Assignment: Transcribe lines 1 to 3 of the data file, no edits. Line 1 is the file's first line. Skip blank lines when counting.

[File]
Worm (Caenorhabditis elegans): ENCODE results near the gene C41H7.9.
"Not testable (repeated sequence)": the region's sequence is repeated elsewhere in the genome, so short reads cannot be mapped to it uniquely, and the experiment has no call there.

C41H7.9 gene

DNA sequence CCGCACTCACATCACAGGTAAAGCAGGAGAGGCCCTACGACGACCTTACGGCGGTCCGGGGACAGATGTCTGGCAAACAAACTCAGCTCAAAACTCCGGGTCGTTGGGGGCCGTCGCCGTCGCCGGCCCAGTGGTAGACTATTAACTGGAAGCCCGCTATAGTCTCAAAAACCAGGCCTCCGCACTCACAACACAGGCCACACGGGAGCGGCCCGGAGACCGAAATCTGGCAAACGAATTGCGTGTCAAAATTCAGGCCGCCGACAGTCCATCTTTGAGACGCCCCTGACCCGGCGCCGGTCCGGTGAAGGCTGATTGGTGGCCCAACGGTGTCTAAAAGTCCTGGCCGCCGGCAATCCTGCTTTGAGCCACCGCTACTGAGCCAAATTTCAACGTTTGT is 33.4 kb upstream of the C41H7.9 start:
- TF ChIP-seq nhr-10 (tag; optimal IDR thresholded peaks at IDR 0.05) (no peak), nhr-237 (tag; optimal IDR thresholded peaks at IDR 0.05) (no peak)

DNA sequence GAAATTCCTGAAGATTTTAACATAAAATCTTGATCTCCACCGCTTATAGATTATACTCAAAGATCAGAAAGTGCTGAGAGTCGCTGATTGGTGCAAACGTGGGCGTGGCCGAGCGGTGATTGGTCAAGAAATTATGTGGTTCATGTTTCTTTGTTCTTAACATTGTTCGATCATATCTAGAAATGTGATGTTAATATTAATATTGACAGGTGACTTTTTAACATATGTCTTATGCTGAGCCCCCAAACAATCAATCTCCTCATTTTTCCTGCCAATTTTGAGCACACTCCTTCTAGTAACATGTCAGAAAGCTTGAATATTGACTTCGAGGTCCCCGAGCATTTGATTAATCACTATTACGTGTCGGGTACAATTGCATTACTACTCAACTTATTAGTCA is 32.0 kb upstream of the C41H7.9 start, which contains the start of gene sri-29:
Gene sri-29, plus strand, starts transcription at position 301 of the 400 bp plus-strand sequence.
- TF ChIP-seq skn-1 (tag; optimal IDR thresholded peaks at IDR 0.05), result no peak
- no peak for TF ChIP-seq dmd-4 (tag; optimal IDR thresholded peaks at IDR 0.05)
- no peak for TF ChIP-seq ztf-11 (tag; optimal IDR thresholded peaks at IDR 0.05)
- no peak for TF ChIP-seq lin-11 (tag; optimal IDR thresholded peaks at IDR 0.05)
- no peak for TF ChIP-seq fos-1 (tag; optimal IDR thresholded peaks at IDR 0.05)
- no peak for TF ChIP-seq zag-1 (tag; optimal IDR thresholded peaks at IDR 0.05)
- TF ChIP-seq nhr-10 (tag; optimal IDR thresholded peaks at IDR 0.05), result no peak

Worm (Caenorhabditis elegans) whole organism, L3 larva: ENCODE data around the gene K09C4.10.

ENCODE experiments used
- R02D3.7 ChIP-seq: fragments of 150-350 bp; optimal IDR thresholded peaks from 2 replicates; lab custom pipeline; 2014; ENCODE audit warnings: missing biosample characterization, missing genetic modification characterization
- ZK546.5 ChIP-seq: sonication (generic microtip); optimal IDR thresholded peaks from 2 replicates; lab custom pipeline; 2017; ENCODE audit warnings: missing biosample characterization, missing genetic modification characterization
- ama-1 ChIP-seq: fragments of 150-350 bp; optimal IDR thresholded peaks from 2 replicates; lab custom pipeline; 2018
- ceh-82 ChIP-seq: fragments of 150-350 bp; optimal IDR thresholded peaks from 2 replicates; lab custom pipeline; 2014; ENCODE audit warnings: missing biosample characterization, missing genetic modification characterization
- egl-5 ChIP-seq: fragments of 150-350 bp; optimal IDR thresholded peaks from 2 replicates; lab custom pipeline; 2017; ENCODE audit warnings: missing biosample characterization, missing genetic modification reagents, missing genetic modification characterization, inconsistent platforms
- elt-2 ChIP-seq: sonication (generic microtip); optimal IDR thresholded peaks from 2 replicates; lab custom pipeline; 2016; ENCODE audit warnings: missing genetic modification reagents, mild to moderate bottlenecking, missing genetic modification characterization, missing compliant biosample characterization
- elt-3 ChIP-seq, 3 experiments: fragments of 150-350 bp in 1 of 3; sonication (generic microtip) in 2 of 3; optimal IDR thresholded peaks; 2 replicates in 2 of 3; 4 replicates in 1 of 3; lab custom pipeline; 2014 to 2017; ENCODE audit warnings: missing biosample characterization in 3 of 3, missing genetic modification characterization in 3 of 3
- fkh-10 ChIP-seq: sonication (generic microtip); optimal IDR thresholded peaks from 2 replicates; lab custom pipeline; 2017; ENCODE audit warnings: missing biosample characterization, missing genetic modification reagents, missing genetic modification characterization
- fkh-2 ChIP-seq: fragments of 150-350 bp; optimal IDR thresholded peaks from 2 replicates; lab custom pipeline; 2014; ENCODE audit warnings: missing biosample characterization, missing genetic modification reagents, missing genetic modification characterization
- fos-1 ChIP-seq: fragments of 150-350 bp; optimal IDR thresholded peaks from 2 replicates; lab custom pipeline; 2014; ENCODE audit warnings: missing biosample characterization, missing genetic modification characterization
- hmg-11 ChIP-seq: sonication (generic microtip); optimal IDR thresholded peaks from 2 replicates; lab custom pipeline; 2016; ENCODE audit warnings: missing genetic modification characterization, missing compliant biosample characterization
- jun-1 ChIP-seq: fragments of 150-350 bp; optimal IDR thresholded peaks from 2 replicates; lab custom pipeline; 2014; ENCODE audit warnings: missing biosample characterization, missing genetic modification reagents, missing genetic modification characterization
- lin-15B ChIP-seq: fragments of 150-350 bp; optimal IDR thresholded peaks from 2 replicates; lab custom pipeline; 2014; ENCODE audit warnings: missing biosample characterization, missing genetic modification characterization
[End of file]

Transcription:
Worm (Caenorhabditis elegans): ENCODE results near the gene C41H7.9.
"Not testable (repeated sequence)": the region's sequence is repeated elsewhere in the genome, so short reads cannot be mapped to it uniquely, and the experiment has no call there.

C41H7.9 gene